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When I first set out writing, I wanted to explore the origin and evolution of my Jewish identity.  I’m disappointed with what I came up with.  I wrote a fragment of a story.  What I’ve shared is far from a complete account.  The story of my Jewish identity is so much more than conversations at the dinner table, and two trips to Israel bookended with trite reassurance from my father.  The complete story is much more messy.  It has artifacts, and pictures, and songs, and layers upon layers of built tradition.  The story is huge.  So huge, that it has seeped into every single part of my life.  It doesn’t distil into words, or any medium, because it’s not a story about knowing things.  It’s not even a story about believing in things.  The story of my Jewish identity is a story of belonging.  How do you tell the story of belonging?

I first grappled with this question in middle school.  The summer after fifth grade, I sat at home and did absolutely nothing.  During school that year, I had decided that I was too old for day camp, and when my parents suggested sleep-away camp, I gave a stubborn, resounding no.  So I did nothing.  I don’t even think I read any good books.  I had a listless summer, and in my boredom, picked incessant, petty fights with my parents and siblings.  No one was happy with me.  At the end of that summer, my mom told me that what had happened was not allowed to happen again.  I needed to have a plan for the next summer.  I complained for awhile, but I knew she was right, and eventually I relented to sleep-away camp.  She brought home brochures for every kind of camp conceivable.  There were Jewish camps, and music camps, and math camps, and art camps, and acting camps.  Together, we ended up choosing a Quaker hiking camp in Vermont.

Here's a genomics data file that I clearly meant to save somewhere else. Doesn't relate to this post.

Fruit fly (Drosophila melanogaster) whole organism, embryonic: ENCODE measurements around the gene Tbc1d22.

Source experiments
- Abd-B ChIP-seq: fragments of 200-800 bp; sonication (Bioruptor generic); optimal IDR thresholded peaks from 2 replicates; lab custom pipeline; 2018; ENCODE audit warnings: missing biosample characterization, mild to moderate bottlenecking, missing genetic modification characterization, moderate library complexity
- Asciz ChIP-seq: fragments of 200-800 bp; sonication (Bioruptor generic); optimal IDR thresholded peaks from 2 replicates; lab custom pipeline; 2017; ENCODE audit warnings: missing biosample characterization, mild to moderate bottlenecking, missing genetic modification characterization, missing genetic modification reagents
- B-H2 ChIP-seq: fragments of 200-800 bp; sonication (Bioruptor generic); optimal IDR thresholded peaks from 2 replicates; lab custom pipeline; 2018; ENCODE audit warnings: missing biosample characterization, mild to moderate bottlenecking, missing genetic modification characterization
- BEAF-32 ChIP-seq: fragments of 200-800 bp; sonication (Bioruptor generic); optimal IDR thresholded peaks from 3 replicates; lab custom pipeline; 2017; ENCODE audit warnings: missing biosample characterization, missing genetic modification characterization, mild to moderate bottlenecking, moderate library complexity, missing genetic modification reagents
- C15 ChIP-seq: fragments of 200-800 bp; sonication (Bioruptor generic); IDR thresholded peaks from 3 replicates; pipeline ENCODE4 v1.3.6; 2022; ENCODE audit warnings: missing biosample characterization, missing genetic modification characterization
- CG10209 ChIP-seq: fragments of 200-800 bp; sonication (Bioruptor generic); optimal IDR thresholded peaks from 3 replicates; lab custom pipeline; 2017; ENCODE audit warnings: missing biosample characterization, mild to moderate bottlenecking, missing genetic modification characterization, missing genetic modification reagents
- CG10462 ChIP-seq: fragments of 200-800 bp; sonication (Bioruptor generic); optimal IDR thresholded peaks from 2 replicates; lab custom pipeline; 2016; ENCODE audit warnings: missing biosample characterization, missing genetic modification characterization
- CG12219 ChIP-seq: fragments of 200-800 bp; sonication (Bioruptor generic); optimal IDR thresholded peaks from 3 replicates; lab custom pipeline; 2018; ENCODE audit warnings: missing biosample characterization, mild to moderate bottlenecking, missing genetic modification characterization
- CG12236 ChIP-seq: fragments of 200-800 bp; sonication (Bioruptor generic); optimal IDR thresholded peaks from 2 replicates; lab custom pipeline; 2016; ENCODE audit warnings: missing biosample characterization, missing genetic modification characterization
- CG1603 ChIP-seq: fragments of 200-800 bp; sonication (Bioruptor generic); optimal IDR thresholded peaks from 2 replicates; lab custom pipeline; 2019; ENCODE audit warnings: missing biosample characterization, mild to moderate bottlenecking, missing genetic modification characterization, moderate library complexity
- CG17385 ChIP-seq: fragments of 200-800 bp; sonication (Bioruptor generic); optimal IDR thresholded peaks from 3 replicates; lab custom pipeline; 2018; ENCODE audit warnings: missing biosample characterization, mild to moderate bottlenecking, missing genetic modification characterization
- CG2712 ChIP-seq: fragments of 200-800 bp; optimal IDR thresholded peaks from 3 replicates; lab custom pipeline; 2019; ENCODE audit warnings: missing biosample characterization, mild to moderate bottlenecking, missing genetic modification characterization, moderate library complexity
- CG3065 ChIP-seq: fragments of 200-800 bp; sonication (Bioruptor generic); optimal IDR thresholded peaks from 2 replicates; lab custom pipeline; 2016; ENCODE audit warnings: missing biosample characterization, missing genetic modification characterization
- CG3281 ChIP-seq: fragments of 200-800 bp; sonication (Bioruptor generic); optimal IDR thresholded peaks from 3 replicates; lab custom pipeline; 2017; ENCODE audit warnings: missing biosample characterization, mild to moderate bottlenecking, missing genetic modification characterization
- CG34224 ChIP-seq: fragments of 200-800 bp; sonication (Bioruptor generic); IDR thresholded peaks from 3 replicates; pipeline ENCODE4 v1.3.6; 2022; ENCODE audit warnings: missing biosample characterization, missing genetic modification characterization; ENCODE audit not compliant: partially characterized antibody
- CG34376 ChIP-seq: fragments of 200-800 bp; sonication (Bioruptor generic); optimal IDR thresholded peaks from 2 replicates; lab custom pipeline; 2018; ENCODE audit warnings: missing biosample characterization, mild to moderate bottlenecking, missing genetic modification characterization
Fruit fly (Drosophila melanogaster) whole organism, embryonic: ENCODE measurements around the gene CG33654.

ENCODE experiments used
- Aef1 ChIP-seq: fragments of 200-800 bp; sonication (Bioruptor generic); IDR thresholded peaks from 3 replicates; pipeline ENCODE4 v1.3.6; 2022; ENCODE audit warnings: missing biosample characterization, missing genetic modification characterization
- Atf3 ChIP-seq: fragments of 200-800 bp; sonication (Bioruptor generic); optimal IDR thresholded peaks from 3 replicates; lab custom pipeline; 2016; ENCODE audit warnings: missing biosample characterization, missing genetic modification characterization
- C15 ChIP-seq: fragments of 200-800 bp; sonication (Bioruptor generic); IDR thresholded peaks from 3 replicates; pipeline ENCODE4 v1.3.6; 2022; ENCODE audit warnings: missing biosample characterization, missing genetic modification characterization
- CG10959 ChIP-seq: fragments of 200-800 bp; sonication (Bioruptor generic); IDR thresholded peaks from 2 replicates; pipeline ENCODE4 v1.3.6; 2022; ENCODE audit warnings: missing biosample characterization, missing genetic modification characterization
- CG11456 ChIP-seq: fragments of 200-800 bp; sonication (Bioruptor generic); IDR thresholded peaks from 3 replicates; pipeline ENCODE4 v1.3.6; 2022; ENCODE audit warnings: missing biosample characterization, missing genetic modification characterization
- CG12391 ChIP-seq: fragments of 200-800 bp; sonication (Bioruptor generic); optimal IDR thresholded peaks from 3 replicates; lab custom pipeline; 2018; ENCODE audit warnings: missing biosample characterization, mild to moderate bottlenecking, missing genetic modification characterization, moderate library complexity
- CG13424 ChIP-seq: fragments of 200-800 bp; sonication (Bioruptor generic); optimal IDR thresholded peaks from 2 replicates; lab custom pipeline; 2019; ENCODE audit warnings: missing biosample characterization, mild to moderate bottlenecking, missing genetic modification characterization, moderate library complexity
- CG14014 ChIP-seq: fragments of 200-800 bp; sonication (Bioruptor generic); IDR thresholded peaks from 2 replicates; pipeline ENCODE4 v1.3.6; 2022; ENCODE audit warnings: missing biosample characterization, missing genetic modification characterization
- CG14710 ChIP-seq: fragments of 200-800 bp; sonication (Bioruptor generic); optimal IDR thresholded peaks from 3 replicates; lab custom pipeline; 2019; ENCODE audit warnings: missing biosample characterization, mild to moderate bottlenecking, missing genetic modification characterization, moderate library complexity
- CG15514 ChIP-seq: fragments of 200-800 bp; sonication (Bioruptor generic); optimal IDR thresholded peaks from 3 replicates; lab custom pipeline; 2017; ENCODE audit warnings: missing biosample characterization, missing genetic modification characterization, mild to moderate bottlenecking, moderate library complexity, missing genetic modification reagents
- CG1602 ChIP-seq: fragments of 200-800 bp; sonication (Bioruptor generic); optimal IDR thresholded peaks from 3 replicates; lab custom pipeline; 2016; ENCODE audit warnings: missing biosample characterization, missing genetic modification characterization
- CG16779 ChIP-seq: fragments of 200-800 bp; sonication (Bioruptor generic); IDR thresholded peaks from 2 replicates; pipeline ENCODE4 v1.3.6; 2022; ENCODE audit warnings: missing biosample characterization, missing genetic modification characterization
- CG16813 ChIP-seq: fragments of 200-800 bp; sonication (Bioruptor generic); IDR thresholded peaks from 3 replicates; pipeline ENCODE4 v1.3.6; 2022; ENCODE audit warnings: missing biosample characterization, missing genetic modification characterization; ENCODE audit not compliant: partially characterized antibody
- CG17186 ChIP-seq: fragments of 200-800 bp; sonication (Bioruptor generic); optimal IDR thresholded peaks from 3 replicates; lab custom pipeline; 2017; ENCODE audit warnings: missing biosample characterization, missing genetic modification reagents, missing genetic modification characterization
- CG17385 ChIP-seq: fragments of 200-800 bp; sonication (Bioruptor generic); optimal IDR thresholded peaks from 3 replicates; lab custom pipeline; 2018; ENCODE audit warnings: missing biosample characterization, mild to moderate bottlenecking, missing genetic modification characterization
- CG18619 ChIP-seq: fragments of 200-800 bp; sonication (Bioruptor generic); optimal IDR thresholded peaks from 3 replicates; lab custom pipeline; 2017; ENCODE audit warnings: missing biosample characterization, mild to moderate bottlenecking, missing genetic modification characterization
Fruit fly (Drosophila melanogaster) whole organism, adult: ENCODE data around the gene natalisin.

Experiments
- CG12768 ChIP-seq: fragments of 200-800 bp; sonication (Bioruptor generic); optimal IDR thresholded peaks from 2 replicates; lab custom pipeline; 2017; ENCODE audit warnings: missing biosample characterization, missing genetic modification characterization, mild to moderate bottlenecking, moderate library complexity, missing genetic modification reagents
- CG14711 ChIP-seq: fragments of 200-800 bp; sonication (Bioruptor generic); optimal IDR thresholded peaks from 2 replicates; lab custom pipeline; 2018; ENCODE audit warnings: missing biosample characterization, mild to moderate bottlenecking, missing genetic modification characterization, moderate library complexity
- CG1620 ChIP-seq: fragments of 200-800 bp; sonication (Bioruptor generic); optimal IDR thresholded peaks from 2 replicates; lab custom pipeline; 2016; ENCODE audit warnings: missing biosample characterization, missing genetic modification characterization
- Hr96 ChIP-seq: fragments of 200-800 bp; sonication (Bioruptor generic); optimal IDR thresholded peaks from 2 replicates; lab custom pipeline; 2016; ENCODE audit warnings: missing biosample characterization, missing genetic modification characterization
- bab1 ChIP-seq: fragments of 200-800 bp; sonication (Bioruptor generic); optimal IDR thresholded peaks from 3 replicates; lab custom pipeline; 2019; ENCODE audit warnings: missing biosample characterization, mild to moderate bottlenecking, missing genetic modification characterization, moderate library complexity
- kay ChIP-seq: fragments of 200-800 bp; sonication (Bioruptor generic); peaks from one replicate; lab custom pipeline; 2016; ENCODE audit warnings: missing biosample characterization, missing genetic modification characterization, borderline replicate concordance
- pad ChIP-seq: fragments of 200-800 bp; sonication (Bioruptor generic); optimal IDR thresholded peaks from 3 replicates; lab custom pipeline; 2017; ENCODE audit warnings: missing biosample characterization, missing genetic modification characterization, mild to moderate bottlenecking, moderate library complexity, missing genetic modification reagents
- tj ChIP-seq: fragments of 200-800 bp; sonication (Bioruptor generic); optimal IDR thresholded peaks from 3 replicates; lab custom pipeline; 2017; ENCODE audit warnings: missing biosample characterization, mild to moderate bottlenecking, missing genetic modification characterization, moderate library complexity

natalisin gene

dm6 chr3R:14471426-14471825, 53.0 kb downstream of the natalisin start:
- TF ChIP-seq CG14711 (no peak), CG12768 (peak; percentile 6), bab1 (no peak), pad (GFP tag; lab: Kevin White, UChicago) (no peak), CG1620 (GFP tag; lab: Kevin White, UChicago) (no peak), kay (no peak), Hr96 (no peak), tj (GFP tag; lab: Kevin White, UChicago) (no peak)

I had no idea what to expect when I arrived in Vermont, but after the first few hours of the summer, I was sure that I had made a big mistake.  Returning campers paraded around in crazy outfits, counselors asked me too many questions, and there was non-stop shrieking, singing, and hugging.  It was incredibly overwhelming.  As the first hours bled into the first days, overwhelmed turned into very, very homesick.  It seemed like everyone but me belonged at camp, they had the rhythm of the days inside of them.  I didn’t.  My counselors tried to get me talk about my home because they wanted to help me find a new home at camp.  I couldn’t do it though.  I didn’t know how to talk about my home.  I could not fathom a way to convey the safety of belonging.  I had no words.  I was mostly silent.  I stood awkwardly at the periphery of camp, wishing for my family and my city.  

Eventually, with the gentle coaxing of a very patient counselor and lots of tears, I hoisted on my backpack, laced my boots, and plunged myself into the community.  I willed myself to learn all of the stupid songs, and weird traditions.  I stopped thinking about belonging and not belonging, and bravely forced myself through the motions of the days.  Soon, I was hooked.  I had the rhythm of camp, and I was home.  Over the next few years, as I grew into the story of summer camp, I lived for and by all of these quirky traditions: three songs after every meal, skits after every adventure, and tie-dyeing at the end of every summer.